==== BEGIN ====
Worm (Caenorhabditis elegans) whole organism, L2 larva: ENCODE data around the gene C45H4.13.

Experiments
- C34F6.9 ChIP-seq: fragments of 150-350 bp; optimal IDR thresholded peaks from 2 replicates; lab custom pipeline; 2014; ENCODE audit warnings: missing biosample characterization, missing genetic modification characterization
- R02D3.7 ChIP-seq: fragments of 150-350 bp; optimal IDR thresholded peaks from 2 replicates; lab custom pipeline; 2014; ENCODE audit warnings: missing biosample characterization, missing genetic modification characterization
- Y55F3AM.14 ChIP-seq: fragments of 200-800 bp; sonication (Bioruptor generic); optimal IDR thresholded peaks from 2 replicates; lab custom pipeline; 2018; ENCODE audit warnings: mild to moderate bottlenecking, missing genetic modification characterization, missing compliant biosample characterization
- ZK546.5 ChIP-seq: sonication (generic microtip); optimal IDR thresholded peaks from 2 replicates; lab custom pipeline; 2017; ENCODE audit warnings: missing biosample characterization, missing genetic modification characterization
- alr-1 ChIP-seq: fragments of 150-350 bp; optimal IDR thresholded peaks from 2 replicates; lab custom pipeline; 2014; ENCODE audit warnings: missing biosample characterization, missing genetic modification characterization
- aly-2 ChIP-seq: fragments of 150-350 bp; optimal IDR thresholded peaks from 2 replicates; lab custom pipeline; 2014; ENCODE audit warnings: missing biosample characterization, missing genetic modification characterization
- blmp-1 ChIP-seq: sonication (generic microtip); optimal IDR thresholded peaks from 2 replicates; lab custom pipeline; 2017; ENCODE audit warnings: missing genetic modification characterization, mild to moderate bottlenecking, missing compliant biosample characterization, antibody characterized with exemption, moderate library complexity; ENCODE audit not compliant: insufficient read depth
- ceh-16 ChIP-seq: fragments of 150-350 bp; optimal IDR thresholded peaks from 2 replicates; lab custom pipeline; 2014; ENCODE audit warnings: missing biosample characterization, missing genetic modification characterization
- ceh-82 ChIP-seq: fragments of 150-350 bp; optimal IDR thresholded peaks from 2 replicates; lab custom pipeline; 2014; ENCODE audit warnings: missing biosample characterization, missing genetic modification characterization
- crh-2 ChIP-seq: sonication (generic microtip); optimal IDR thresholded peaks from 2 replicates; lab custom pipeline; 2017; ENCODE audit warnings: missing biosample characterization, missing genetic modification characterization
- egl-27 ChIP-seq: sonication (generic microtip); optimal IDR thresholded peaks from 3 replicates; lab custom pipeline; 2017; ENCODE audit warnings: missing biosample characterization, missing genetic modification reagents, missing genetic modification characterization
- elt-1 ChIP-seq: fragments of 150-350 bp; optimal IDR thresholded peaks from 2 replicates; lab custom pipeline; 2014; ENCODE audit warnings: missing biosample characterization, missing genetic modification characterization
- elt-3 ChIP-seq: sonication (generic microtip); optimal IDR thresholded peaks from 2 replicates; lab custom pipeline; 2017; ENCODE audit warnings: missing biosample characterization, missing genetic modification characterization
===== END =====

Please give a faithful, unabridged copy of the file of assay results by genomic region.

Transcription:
Worm (Caenorhabditis elegans) whole organism, L2 larva: ENCODE data around the gene C45H4.13.

Experiments
- C34F6.9 ChIP-seq: fragments of 150-350 bp; optimal IDR thresholded peaks from 2 replicates; lab custom pipeline; 2014; ENCODE audit warnings: missing biosample characterization, missing genetic modification characterization
- R02D3.7 ChIP-seq: fragments of 150-350 bp; optimal IDR thresholded peaks from 2 replicates; lab custom pipeline; 2014; ENCODE audit warnings: missing biosample characterization, missing genetic modification characterization
- Y55F3AM.14 ChIP-seq: fragments of 200-800 bp; sonication (Bioruptor generic); optimal IDR thresholded peaks from 2 replicates; lab custom pipeline; 2018; ENCODE audit warnings: mild to moderate bottlenecking, missing genetic modification characterization, missing compliant biosample characterization
- ZK546.5 ChIP-seq: sonication (generic microtip); optimal IDR thresholded peaks from 2 replicates; lab custom pipeline; 2017; ENCODE audit warnings: missing biosample characterization, missing genetic modification characterization
- alr-1 ChIP-seq: fragments of 150-350 bp; optimal IDR thresholded peaks from 2 replicates; lab custom pipeline; 2014; ENCODE audit warnings: missing biosample characterization, missing genetic modification characterization
- aly-2 ChIP-seq: fragments of 150-350 bp; optimal IDR thresholded peaks from 2 replicates; lab custom pipeline; 2014; ENCODE audit warnings: missing biosample characterization, missing genetic modification characterization
- blmp-1 ChIP-seq: sonication (generic microtip); optimal IDR thresholded peaks from 2 replicates; lab custom pipeline; 2017; ENCODE audit warnings: missing genetic modification characterization, mild to moderate bottlenecking, missing compliant biosample characterization, antibody characterized with exemption, moderate library complexity; ENCODE audit not compliant: insufficient read depth
- ceh-16 ChIP-seq: fragments of 150-350 bp; optimal IDR thresholded peaks from 2 replicates; lab custom pipeline; 2014; ENCODE audit warnings: missing biosample characterization, missing genetic modification characterization
- ceh-82 ChIP-seq: fragments of 150-350 bp; optimal IDR thresholded peaks from 2 replicates; lab custom pipeline; 2014; ENCODE audit warnings: missing biosample characterization, missing genetic modification characterization
- crh-2 ChIP-seq: sonication (generic microtip); optimal IDR thresholded peaks from 2 replicates; lab custom pipeline; 2017; ENCODE audit warnings: missing biosample characterization, missing genetic modification characterization
- egl-27 ChIP-seq: sonication (generic microtip); optimal IDR thresholded peaks from 3 replicates; lab custom pipeline; 2017; ENCODE audit warnings: missing biosample characterization, missing genetic modification reagents, missing genetic modification characterization
- elt-1 ChIP-seq: fragments of 150-350 bp; optimal IDR thresholded peaks from 2 replicates; lab custom pipeline; 2014; ENCODE audit warnings: missing biosample characterization, missing genetic modification characterization
- elt-3 ChIP-seq: sonication (generic microtip); optimal IDR thresholded peaks from 2 replicates; lab custom pipeline; 2017; ENCODE audit warnings: missing biosample characterization, missing genetic modification characterization